Image anonymization using analytics tool
A mechanism is provided in a data processing system for image anonymization. The mechanism identifies a plurality of items in an image and extracts properties of the plurality of items into one or more data structures. The mechanism queries an analytics tool about whether a combination of properties of the plurality of items identifies a person in the image. Responsive to determining a given combination of properties of the plurality of items identifies a person in the image, the mechanism modifies the plurality of items in the image to form an anonymized image and outputs the anonymized image.
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The present application relates generally to an improved data processing apparatus and method and more specifically to mechanisms for image anonymization using an analytics tool
Data anonymization is a type of information sanitization whose intent is privacy protection. It is the process of either encrypting or removing personally identifiable information from data sets, so that the people whom the data describe remain anonymous. Data anonymization enables the transfer of information across a boundary, such as, for example, between two departments within an agency or between two agencies, while reducing the risk of unintended disclosure, and in certain environments in a manner that enables evaluation and analytics post-anonymization. In the context of medical data, anonymized data refers to data from which the patient cannot be identified by the recipient of the information. The name, address, and full post code must be removed together with any other information which, in conjunction with other data held by or disclosed to the recipient, could identify the patient. Generalization and perturbation are two popular anonymization approaches for relational data.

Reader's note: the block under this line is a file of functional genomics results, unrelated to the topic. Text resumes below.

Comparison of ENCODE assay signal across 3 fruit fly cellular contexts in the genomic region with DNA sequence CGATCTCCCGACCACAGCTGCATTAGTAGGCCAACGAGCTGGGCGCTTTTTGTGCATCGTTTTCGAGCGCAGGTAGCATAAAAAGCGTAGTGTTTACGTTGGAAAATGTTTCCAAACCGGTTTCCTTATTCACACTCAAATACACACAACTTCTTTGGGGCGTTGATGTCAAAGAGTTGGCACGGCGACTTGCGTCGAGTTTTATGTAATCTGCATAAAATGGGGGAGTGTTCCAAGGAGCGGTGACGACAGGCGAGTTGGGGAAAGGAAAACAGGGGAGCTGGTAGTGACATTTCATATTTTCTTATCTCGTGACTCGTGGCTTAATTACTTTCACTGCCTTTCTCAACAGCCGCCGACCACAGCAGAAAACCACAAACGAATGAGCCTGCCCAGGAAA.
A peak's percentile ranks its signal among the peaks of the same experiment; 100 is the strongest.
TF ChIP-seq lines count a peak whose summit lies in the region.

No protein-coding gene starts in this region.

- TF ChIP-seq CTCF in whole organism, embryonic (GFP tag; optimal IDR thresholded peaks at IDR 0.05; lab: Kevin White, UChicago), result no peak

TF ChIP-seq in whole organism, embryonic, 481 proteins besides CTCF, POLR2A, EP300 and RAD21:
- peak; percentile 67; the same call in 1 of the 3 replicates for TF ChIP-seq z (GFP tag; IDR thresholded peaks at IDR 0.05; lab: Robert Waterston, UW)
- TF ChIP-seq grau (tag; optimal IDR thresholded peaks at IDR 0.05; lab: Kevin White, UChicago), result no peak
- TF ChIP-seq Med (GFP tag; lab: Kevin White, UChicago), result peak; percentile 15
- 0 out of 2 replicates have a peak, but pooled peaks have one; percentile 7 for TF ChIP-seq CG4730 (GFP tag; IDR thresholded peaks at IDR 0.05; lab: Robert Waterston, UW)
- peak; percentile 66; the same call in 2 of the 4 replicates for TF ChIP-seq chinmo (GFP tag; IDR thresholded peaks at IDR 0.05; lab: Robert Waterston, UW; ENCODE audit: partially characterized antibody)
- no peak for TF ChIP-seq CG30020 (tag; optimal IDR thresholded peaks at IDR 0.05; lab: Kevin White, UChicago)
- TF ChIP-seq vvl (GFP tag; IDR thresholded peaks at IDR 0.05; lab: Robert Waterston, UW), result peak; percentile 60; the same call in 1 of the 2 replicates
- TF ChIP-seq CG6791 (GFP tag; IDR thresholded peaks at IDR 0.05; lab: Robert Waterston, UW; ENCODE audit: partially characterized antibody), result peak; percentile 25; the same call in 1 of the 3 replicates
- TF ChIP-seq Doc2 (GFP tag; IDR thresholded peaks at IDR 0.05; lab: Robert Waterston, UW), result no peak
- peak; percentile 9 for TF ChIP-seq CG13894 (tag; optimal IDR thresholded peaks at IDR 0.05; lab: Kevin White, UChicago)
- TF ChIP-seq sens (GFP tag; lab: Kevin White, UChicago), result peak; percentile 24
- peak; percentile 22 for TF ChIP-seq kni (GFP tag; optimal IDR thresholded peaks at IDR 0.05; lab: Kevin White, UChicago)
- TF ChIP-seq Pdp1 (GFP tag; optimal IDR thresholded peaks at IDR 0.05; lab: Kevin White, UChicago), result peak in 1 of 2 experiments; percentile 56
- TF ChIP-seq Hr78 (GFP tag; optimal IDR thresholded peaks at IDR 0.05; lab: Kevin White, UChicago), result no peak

Increasingly, users of Information Technology (IT) systems are required to handle sensitive information, such as Personal Identifiable Information (PII), other Sensitive Personal Information (SPI), and information in images that is otherwise of a secret, sensitive, or proprietary nature. At times, images containing such information must be saved or presented to third parties with the sensitive information anonymized because of laws, regulatory compliance requirements, or company policy. For example, an insurance company may send an image of an automobile accident to an outsourcing investigator in order to determine which car caused the accident. According to company policy, no identifiable element should be found in the image. Such an image may include a few people with exposed faces, a few cars with exposed license numbers and identifiable models, and a few houses in the background. Even if faces are changed or obscured, there may be elements in the image that can be combined to identify individuals in the image.SUMMARY
In one illustrative embodiment, a method, in a data processing system, is provided for image anonymization. The method comprises identifying a plurality of items in an image and extracting properties of the plurality of items into one or more data structures. The method further comprises querying an analytics tool about whether a combination of properties of the plurality of items identifies a person in the image. The method further comprises modifying the plurality of items in the image to form an anonymized image responsive to determining a given combination of properties of the plurality of items identifies a person in the image, and outputting the anonymized image.
In other illustrative embodiments, a computer program product comprising a computer useable or readable medium having a computer readable program is provided. The computer readable program, when executed on a computing device, causes the computing device to perform various ones of, and combinations of, the operations outlined above with regard to the method illustrative embodiment.